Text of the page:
Maycon Thomas Moises Jales, Germanna de Medeiros Barbosa, Gustavo Viotto Gonçalves, Hilmaynne Renaly Fonseca Fialho, Letícia Bojikian Calixtre, and Danilo Harudy Kamonseki

Context: Lower extremity physical performance tests (PPTs) have been widely used in sports rehabilitation and are commonly performed in person. However, some situations may disrupt the in-person health care delivery, such as social distancing due to the pandemic, traveling, and living in remote locations. Those situations may require adjustments in planning and applying measurement tests, and telehealth has become an alternative. Nevertheless, the reliability of lower extremity PPT tests via telehealth is still unknown. Objectives: To verify the test–retest reliability, SEM, and the minimum detectable change (MDC95) of PPTs via telehealth. Methods: Fifty asymptomatic athletes completed 2 assessment sessions 7 to 14 days apart. The assessment via telehealth consisted of warm-up exercises followed by the single-, triple-, and side-hop tests, and the long jump test, in random order. Intraclass correlation coefficient, SEM, and MDC95 were calculated for each PPT. Results: Single-hop test showed good to excellent reliability, with SEM and MDC95 ranging from 6.06 to 9.24 cm and 16.79 to 25.61 cm, respectively. The triple-hop test showed excellent reliability, with SEM and MDC95 ranging from 13.17 to 28.17 cm and 30.72 to 78.07 cm, respectively. Side-hop tests showed moderate reliability, with SEM and MDC95 ranging from 0.67 to 1.22 seconds and 2.00 to 3.39 seconds, respectively. The long jump test showed excellent reliability, with SEM and MDC95 ranging from 5.34 to 8.34 cm and 14.80 to 23.11 cm, respectively. Conclusion: The test–retest reliability of those PPTs via telehealth was acceptable. The SEM and MDC were provided to assist clinicians in interpreting those PPTs.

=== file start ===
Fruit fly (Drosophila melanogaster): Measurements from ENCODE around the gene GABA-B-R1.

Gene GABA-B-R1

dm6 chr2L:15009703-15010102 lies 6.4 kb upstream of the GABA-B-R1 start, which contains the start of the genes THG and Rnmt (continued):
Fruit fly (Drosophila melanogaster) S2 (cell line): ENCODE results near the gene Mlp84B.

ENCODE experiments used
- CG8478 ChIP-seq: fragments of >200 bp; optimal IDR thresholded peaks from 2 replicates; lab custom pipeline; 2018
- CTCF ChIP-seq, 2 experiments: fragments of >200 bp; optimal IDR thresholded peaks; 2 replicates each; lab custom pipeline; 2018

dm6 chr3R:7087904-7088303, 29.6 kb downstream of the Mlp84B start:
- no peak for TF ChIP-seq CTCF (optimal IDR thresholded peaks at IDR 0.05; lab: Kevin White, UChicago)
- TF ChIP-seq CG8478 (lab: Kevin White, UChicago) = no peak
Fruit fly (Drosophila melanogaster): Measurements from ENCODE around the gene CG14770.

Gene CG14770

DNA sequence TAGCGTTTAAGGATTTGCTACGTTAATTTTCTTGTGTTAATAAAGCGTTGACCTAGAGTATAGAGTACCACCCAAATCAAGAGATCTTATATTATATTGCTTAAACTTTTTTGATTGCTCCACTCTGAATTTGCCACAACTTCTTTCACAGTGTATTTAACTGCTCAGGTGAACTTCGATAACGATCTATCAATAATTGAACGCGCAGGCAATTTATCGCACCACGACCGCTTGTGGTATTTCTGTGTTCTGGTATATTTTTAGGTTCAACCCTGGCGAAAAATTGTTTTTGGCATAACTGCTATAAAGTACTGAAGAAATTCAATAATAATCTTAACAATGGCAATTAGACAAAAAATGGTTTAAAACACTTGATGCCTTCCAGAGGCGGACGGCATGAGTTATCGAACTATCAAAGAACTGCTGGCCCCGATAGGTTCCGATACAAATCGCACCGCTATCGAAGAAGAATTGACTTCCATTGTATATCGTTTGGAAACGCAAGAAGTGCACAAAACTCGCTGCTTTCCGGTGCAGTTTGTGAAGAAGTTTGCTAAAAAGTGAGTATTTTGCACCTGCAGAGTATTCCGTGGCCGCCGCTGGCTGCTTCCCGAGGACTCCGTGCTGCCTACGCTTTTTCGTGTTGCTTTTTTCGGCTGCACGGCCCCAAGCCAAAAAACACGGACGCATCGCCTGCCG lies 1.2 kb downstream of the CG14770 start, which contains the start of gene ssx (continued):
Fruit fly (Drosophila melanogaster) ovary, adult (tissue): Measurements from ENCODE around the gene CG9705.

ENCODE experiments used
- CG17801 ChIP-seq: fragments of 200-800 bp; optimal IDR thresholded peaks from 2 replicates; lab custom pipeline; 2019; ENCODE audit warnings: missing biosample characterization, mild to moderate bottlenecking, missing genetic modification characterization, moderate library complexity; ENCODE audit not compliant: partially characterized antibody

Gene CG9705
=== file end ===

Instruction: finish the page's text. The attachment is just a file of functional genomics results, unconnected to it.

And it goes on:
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Nutritional Supplements in the Clinical Management of Tendinopathy: A Scoping Review

Ian Burton and Aisling McCormack